Net annuity benefits paid by the top 50 annuity writers grew 9% in 2004 over 2003 and at the end of the third quarter seemed poised to grow apace again in 2005.
In 2004, net annuity benefits paid out grew to $48 billion up from $44.1 billion in 2003, according to data from the National Association of Insurance Commissioners Annual Statement database via National Underwriter Insurance Data Services/Highline Data. Year-to-date 2005 results through third quarter for the top 50 totaled $37.3 billion.
An industry expert says one trend that may be affecting annuity benefits paid is the increase in premium financing. Premium financing is a transaction in which a substandard immediate annuity is purchased to pay the premiums on a life insurance policy, creating an arbitrage opportunity.
The question to ask, this expert says, is whether single premium immediate annuity sales are increasing.
At this point, LIMRA data indicates sales of fixed premium immediate annuities are flat, according to Howard Drescher, a spokesperson for LIMRA International, Hartford, Conn. In 2005, sales were $5.3 billion, unchanged from 2004, he says.
The findings from the NUIDS database use the year-to-date 2005 results as a base factor for determining the top 50.
If annuity benefits paid are measured by direct benefits paid that do not take reinsurance transactions into consideration, total benefits paid also grew by 9% to $46.9 billion in 2004 compared with $42.5 billion in 2003.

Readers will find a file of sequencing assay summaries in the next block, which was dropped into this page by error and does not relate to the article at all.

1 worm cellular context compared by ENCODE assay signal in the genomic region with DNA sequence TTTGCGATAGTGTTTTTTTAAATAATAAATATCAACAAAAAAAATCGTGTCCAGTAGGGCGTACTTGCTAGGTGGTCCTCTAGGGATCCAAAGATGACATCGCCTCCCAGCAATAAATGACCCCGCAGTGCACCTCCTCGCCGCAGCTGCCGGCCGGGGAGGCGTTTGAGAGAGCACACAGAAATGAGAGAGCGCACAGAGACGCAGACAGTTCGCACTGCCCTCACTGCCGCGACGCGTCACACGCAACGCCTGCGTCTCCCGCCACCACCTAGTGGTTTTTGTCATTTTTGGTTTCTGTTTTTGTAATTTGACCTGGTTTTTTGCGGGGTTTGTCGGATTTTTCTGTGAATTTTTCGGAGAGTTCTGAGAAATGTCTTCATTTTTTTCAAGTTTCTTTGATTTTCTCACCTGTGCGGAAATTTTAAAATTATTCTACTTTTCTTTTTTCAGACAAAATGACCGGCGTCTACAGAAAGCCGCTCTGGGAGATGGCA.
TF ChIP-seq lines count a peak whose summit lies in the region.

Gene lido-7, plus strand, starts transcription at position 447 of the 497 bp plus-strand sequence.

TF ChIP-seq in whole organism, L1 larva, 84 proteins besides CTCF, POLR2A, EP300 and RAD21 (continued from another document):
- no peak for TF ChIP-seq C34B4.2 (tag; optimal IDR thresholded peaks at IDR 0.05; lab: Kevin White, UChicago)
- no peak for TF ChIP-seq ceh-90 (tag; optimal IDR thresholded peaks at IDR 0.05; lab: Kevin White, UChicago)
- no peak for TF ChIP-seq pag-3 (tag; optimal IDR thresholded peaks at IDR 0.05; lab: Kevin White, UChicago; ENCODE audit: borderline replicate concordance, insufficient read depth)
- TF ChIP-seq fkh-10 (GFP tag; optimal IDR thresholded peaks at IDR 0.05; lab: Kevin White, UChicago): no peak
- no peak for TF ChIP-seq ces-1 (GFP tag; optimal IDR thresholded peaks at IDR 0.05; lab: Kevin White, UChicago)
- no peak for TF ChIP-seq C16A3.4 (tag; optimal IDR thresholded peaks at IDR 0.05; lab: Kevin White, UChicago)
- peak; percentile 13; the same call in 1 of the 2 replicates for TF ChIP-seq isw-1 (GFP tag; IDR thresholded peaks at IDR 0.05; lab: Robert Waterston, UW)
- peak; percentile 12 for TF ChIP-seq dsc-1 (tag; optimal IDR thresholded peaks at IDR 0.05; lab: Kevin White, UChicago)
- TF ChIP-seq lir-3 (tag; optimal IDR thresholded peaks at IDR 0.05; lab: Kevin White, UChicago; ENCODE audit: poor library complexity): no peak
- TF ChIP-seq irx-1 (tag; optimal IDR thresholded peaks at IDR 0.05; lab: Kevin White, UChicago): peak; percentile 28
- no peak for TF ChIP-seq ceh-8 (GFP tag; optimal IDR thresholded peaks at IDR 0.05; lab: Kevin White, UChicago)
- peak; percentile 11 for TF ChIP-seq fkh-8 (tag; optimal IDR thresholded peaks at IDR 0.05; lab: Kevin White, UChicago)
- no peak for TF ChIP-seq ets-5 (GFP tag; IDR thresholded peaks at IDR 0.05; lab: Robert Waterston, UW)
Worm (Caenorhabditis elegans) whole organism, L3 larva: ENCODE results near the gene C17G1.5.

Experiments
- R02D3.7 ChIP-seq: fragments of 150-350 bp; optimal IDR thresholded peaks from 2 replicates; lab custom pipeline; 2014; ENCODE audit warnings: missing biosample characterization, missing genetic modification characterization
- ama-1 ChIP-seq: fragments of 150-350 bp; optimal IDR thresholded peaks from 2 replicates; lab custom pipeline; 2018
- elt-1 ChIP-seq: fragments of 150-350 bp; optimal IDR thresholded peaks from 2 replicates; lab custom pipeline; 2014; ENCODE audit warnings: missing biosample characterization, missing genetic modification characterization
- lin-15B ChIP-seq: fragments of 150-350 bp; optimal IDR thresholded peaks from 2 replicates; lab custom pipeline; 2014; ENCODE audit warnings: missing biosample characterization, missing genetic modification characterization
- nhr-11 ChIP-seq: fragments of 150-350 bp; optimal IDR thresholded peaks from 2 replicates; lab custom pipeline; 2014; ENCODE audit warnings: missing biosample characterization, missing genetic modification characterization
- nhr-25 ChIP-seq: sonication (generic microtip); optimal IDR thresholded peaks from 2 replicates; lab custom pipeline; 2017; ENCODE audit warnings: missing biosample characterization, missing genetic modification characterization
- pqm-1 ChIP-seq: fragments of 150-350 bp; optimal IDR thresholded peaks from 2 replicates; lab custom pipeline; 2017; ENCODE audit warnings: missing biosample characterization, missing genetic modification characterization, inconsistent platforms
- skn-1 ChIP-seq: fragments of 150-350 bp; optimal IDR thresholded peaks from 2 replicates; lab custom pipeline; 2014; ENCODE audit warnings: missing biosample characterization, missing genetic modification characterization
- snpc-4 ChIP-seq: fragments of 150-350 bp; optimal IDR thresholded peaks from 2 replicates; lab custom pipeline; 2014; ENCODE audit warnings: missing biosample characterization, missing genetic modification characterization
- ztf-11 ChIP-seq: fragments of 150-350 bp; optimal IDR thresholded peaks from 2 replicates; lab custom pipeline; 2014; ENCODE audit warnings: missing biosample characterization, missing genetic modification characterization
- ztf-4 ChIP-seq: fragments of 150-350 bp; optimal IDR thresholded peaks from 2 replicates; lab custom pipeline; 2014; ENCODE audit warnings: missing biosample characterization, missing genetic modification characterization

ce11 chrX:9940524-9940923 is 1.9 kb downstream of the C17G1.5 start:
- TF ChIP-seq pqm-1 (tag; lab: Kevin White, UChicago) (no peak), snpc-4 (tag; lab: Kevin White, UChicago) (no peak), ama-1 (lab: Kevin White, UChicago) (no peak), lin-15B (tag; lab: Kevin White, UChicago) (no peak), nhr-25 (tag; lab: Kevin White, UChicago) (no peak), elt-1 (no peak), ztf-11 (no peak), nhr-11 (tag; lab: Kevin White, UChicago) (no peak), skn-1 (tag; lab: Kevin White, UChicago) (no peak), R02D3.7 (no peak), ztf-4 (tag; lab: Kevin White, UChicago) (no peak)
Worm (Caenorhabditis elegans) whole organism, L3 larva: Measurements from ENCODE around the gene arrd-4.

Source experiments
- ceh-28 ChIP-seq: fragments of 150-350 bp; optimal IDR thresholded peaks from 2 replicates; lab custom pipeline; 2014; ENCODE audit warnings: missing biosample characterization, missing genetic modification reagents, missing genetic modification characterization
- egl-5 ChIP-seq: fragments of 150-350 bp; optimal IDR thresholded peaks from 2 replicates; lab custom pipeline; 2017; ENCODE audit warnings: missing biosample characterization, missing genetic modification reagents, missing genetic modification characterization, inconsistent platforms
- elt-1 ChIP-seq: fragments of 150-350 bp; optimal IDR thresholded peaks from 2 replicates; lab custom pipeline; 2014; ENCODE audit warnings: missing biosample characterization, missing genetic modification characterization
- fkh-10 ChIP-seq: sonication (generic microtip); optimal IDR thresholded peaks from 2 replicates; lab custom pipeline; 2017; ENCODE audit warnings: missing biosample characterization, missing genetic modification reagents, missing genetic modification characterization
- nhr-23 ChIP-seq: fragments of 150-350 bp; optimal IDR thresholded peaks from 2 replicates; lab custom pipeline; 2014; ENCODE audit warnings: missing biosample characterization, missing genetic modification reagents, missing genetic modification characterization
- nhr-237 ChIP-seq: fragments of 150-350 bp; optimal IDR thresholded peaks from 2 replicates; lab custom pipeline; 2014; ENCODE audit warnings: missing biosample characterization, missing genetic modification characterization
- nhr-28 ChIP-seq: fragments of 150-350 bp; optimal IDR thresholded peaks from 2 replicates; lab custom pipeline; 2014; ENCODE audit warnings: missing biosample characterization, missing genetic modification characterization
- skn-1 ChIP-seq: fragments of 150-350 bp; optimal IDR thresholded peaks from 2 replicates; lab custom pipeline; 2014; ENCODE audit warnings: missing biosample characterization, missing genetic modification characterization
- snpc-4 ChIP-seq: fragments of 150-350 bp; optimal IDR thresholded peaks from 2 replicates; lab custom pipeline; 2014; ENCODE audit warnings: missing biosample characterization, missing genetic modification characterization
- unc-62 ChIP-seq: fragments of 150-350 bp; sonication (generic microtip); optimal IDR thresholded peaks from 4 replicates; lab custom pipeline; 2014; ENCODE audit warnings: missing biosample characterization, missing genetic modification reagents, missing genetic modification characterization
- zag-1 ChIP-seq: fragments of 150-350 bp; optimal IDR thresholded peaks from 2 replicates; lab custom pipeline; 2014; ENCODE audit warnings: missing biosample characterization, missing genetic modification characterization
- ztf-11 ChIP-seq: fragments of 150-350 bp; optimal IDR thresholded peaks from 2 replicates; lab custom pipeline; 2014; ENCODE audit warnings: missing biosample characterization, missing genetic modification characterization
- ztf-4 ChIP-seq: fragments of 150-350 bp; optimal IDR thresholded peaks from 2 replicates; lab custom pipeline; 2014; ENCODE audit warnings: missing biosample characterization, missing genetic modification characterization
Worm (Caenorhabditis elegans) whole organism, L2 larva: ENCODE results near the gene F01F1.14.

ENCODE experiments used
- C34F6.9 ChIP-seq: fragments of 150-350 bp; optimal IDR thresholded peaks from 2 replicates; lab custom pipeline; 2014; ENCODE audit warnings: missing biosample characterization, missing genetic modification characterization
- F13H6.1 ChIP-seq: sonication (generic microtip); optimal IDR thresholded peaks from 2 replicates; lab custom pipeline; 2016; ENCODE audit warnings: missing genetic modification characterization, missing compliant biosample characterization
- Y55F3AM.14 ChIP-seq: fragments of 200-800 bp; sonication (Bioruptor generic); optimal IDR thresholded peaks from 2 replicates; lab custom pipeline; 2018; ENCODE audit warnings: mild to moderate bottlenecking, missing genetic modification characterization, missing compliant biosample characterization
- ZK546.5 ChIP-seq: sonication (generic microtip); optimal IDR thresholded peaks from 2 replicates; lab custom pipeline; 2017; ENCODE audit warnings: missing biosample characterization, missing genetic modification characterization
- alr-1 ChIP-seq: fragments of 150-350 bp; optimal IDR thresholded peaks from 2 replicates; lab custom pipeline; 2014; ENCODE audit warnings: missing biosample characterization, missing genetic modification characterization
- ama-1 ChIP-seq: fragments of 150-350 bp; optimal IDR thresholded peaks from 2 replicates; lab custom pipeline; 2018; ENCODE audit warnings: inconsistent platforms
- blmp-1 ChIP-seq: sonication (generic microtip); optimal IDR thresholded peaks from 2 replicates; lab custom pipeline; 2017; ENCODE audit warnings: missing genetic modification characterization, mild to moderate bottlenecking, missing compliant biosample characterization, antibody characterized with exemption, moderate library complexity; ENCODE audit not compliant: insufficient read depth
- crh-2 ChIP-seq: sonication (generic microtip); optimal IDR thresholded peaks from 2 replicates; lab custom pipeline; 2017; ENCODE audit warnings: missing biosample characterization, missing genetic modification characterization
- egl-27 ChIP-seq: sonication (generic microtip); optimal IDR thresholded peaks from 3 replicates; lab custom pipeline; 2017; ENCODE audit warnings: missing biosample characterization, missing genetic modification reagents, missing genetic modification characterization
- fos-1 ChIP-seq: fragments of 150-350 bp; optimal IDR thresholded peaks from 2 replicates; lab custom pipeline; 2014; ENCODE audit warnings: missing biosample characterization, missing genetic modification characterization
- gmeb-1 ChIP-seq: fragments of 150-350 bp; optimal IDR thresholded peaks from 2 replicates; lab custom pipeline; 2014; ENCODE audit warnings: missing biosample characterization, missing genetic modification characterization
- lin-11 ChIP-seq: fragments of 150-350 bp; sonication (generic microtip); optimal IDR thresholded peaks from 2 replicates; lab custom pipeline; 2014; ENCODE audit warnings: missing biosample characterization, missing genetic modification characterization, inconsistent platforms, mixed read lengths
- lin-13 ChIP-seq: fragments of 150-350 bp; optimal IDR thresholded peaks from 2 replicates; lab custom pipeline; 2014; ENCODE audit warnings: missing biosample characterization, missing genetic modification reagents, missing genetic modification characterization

The growth in annuity benefits paid is confirmed by statistics released by the American Council of Life Insurers, Washington. For all annuity companies, benefit payments grew to $86.1 billion in 2004 compared with $77.5 billion in 2003, according to the ACLI 2005 Fact Book. The $86.1 billion total includes supplementary contracts without life contingencies and annuities certain. If these contracts are excluded, total annuity benefits paid in 2004 were $61 billion.
Individual annuities, according to the ACLI, grew 8.2% to $35 billion in 2004 from $32.4 billion in 2003. And, group annuities increased 5.6% to $26.1 billion from $24.7 billion during the same time period, ACLI says.
For the period from 2001 to 2003, data available from the National Association for Variable Annuities, Reston, Va., found that variable annuity investor beneficiaries received benefits of $2.8 billion more than the value of the annuities.
The growth in annuity benefits paid may be due, in part, to the increase in total net premiums collected. A run of the top 50 companies by total annuity premium, including individual and group annuity premium, indicated a 9.4% increase to $207.3 billion in 2004 from $189.5 billion in 2003.
A ratio of annuity benefits paid out to net annuity premiums suggests a constant of about 23%. In 2004, the ratio was 23.15% compared with 23.27% in 2003.
Premium growth has been driven by demand for such products as variable annuities with guarantees and equity-index annuities.
And as income planning becomes more important in helping consumers prepare for retirement, annuities are one way that consumers can establish systematic withdrawal income programs, according to a report, “SWIPs vs. Lifetime Income: Implications for the Annuity Industry,” issued by LIMRA International, Hartford, Conn., in June 2005. The report found that of 26 reporting companies, 92% offer SWIPs and 26% offer SWIPs through variable annuities with a guaranteed minimum withdrawal benefit.
In addition, the survey found that all of the participating companies offered lifetime annuitization through deferred annuities offered within the nonqualified and IRA markets; 80% of participating companies offered deferred annuities within the qualified markets; and 80% offered immediate annuities.